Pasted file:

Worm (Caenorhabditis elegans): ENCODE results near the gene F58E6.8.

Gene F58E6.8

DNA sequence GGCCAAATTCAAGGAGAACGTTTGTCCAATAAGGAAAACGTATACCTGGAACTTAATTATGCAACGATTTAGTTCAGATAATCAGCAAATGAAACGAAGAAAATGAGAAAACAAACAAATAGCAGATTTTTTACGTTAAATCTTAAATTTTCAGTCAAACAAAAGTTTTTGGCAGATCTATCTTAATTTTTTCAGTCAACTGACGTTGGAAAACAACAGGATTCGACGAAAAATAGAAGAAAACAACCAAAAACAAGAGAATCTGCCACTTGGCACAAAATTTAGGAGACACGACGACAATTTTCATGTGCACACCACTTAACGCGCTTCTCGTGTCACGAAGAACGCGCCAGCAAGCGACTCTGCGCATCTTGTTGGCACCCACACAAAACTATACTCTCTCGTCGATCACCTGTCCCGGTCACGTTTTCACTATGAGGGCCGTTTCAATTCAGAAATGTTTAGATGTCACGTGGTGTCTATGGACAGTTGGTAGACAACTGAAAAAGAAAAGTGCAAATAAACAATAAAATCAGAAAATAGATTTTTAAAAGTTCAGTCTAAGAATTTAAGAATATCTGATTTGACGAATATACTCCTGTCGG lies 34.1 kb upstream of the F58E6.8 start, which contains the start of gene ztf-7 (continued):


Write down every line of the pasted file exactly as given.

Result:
Worm (Caenorhabditis elegans): ENCODE results near the gene F58E6.8.

Gene F58E6.8

DNA sequence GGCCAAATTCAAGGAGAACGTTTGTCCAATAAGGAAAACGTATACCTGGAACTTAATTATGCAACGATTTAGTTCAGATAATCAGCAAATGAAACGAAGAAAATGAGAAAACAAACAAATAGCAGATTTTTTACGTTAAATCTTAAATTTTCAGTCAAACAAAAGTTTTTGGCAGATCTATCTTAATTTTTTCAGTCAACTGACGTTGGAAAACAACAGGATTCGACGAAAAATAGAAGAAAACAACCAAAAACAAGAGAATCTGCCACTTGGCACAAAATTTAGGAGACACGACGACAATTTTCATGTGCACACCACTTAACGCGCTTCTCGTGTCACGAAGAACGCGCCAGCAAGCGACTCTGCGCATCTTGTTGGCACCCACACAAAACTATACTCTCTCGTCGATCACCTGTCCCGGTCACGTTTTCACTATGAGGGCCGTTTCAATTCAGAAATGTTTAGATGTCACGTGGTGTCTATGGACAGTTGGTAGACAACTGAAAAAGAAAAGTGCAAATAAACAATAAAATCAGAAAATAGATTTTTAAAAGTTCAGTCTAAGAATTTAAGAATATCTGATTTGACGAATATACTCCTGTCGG lies 34.1 kb upstream of the F58E6.8 start, which contains the start of gene ztf-7 (continued):